[dropcap size=small]I[/dropcap]n a perfect world, I wouldn’t know anything about the U.S. presidential debate that took place the other evening. I didn’t watch.

I even avoided social media for the evening. Not that it helped. The following morning my feeds were a tsunami of commentary and memes, many of which were re-posts from the previous night. Just like being there! Sigh.

It says a lot about how social media platforms were and continue to be designed when I can’t easily mute a person, topic, or event on any of the platforms for a selected period of time.

If I could do that, I could probably exercise deft control over experiences like being advertised to as well. And, well, the internets haven’t really figured out a better model to make money than ads yet, so best just to keep peoples hands (eyeballs?) tied. Wonder how that’s working out for them…?

The other option? Just… don’t look. None of our mainstream options really encourage broad scale learning, discussion, or real community building anyway.

I am all for people being informed, involved, and active in the future of their countries (when granted the rights to do so). But the presidential debate, and so many other comparable “events,” are not even remotely about that.

It’s theatre. A show. And not even a new or unique show. That’s all it’s ever meant to be.

1) We consume entertainment (presidential debate, Kardashian shenanigans, etc.).

2) Using Step 1 content as the basis, we entertain each other and ourselves.

3) Critiques of Step 2, often with a hefty dose of contempt and shame as to why we are wrong and shouldn’t have said/done that.

4) A combination of rebuttal by some others to Step 3 and/or satire about them having their heads too far up their own posteriors.

By then our attention spans have been exhausted and we move on.

Americans and their media are an easy target to slag, and the biggest one. But lest ye forget our election frenzy from last year this time, we’re not immune, either.

Ever wonder what’s been going on in the world that we don’t know about because it wasn’t deemed newsworthy? (Checking non-North American news sources can help with that sometimes.)

I would be genuinely interested and surprised to talk to someone from any political viewpoint who actually hoped to learn something from the debate the other night, and feels like they did. And what was it?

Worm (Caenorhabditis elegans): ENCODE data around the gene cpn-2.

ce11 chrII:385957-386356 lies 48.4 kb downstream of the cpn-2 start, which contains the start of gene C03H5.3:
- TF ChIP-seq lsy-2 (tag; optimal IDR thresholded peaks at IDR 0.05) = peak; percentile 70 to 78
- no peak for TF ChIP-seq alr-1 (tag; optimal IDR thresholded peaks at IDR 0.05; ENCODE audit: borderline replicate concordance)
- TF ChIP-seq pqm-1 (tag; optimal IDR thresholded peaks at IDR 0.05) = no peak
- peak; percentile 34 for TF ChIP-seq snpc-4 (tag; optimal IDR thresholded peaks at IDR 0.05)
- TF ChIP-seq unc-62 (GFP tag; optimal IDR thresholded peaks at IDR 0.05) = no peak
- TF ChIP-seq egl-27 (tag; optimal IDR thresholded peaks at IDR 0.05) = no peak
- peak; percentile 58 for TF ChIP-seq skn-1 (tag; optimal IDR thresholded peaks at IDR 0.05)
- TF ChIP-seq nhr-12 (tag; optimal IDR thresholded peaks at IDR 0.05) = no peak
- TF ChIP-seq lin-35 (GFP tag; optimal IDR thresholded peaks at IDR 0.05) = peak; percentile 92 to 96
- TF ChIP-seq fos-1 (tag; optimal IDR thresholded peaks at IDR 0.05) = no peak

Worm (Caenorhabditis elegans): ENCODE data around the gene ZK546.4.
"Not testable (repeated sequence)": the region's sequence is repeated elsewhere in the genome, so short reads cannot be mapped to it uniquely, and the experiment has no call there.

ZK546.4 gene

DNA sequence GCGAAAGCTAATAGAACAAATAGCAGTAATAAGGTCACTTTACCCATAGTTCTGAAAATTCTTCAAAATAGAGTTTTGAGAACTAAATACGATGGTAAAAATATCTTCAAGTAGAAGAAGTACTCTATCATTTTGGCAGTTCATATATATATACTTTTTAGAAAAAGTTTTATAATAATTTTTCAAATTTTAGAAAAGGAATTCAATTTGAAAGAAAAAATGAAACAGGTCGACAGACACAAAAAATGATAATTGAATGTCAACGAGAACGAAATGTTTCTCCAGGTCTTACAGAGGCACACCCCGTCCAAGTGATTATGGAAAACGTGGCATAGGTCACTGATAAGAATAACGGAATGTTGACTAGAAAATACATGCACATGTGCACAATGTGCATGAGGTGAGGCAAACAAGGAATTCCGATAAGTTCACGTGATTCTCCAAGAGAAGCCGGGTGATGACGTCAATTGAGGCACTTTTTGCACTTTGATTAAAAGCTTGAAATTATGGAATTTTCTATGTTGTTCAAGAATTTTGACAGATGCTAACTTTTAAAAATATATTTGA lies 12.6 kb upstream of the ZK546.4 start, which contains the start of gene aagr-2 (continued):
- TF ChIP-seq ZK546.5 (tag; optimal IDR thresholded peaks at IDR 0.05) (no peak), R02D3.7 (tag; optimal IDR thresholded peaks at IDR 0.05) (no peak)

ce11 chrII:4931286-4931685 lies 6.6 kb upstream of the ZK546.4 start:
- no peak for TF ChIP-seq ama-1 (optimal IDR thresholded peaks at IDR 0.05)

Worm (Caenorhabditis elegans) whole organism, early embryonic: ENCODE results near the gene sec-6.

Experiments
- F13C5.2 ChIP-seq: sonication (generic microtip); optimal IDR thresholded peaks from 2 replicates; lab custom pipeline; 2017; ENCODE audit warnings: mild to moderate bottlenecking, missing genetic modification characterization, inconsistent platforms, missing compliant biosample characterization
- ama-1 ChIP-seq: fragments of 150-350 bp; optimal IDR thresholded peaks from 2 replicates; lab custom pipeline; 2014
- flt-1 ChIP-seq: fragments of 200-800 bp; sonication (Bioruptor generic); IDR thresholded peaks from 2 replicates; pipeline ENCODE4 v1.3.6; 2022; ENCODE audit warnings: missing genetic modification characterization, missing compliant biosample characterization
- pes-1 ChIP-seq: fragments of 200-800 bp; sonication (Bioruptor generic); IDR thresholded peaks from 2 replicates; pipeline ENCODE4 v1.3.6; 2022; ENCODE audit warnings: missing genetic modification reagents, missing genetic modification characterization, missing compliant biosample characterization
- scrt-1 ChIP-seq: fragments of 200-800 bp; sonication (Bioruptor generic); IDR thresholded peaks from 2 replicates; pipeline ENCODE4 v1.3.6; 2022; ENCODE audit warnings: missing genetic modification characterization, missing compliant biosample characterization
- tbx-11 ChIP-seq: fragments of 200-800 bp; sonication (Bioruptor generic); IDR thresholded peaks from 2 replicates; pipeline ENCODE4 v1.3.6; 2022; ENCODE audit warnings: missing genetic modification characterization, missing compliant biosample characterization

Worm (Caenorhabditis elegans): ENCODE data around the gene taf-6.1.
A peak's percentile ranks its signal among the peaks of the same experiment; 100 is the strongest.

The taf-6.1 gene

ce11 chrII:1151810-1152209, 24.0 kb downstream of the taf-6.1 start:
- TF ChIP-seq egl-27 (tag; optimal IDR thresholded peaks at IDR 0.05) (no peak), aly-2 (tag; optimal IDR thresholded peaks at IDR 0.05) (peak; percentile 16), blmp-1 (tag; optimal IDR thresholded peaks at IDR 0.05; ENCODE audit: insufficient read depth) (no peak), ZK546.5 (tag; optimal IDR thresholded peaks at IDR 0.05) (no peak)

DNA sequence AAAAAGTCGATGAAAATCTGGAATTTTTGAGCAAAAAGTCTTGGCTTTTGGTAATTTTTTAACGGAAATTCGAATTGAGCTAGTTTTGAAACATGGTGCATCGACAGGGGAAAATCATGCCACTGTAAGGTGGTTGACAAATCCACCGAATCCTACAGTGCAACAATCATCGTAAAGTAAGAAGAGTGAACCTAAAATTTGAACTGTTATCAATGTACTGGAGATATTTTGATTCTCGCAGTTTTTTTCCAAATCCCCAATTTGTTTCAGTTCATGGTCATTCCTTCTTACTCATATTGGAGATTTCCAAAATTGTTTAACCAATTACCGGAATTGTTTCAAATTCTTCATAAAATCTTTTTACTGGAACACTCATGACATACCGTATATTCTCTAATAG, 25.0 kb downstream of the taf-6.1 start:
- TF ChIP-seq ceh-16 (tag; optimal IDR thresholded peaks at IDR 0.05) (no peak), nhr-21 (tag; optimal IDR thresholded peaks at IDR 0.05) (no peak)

Here’s the thing: we built this. The growth of social media, the ascendance of “reality” TV, and the disappearance of traditional news coverage really ramped up around the same time. Now we’ve gotten to a point there we don’t remember, know, or often want anything else. We aren’t programmed for more than 140 characters or a few seconds of video anymore.

When people want longer video, it almost invariably seems to end up being with the intent of getting at the truth around how someone died. Apparently that requires protests and riots now that we’re getting short on journalists.

Problem is, you can’t discuss, debate, learn much of anything within social media length restrictions. What’s the difference between a meme and an infographic, really?

Liberal-leaning folks can post endless items on Sexism 101 and screenshots proving Trump lies as often as he breathes, but what does it matter? The other liberal-leaning folks already know, and the Other Side doesn’t care.

On websites, it’s about who can break the latest Brangelina divorce “news,” not about thoughtfully exploring real events, issues and differences.

I’ve read maybe two good long-form pieces in the past year that have helped me understand other political ideologies. I’ve seen at least four conspiracy pieces on Trump’s secret plans in the last month.

Real journalism gets damned with a TL;DR stamp, but it gets killed off because it’s expensive. That content can take months or longer to research, and journalists have to live off something in the mean time.

When even Buzzfeed shuts down its political experiments (in Canada, anyway), I dunno how much hope remains. But hey, maybe Peter Mansbridge will move over to VICELAND after he retires…

Last evening over beers a friend was ranting that no one covers local news in town anymore. Like, actual news. Stuff that happens and needs someone to rush to the scene. Not content that was pre-planned and written up and scheduled for publication.

We noted that that’s what Twitter was always for. (Real-people Twitter, not just outlets just posting links to their pre-scheduled stuff.) But then people Twitter got kinda busy with threats, abuse, and spam.

So that’s where we are. If you want real news, get ready for a fire hose of information and hope you manage to catch the occasional relevant nugget.

How do we turn an echo chamber back into a round table? I don’t know. A lot of the time these days it feels like we’d have to burn it all down before we can build it back up. Perhaps some are finding their own way via crowdfunding, podcasts, private communities and the like.

I don’t think a return to tuning in every evening to a patriarchal figure spoon-feeding us what we should know and think is the answer, either.

Perhaps it just requires a whole lot more people to get fed up and refuse to play along with garbage theatricality anymore.

M-Theory is an opinion column by Melanie Baker. Opinions expressed are those of the author and do not necessarily reflect the views of Communitech. Melle can be reached @melle or me@melle.ca.